I was a dedicated campaign volunteer before, but now I’m more determined than ever not to miss an election day. Just imagine how many elderly voters might be sitting around, eager to vote but without a ride to the polls. Just think of how many people you can reach in those final 30 minutes. And just know – if you can’t find the field office, there’s probably at least a coffee shop or a thrift store to make your trek worthwhile.
Oh, and that race? We totally kicked butt. Now on to the general!
What do you get when you combine one of the hit movies of this season with the biggest political news story of the New Year?
LES FISCAL MISERABLES
And my personal favorite:
Seriously though, this bargaining with people’s jobs – and healthcare, and benefits, and schools – is ridiculous. I hope that our elected officials can get it together and actually govern, instead of fighting.
Last night, I got to hold my best friend’s hand as we watched the election results come in and victories unfold around us.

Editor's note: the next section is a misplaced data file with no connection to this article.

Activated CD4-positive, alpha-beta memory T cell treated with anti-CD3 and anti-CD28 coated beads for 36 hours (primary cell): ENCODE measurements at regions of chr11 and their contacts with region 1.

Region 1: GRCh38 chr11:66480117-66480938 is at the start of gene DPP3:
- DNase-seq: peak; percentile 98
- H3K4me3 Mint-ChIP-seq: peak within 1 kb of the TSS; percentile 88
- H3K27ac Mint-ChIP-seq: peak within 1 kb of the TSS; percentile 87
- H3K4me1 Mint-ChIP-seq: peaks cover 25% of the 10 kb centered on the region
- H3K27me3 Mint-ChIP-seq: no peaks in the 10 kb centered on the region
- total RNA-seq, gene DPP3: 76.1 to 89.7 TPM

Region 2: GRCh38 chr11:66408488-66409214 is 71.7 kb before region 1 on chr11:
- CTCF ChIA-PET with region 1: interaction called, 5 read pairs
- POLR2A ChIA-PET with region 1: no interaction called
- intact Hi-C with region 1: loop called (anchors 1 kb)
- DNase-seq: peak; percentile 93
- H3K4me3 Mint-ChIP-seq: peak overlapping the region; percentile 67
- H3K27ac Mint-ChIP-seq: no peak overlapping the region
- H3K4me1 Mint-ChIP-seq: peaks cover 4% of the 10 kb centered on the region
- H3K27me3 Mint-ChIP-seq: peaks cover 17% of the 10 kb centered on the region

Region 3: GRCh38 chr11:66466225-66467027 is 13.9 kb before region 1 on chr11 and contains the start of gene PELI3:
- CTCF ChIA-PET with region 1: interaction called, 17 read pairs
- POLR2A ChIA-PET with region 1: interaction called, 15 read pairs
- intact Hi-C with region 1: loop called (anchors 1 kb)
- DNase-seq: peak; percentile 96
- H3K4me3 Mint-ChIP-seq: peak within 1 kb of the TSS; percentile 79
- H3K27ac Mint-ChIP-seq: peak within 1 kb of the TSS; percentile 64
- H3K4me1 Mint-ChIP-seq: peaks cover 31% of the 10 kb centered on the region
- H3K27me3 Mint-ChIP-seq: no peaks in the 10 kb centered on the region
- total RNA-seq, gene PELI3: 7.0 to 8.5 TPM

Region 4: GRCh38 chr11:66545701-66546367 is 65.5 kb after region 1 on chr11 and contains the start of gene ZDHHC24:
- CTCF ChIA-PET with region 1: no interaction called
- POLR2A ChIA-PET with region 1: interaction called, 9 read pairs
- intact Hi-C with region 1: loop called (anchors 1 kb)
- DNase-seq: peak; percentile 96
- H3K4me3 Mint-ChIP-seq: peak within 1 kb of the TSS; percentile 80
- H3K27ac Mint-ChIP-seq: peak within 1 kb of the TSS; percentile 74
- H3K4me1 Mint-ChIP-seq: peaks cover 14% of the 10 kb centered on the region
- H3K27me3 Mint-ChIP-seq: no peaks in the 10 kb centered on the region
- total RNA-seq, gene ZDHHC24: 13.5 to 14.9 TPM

For students and sick kids.
For working mothers who deserve equal pay.
For people who believe in a better future for this country.
For a renewed vision for tomorrow.
When my great grandmother came to this country in the early days of the last century, she never would have imagined the scene I saw last night. In my home state of New Hampshire, women now make up the entire Congressional delegation, and we’ve elected an amazing woman to serve as our second female governor AND made history with the first female Senator from MA. She, who fought for an end to segregation and was there when Martin Luther King, Jr. shared his dream, would have wept to see the spread of justice in the form of victories for marriage equality. She would have been stunned into silence at the idea of a black man not just winning the presidency, but doing it twice. And she, who trained her son who trained his daughter who trained her daughter – me – to stand up for what you believe in would have been right beside me all weekend as I phone banked, canvassed, and waited in the cold for two hours to cast my ballot for amazing candidates.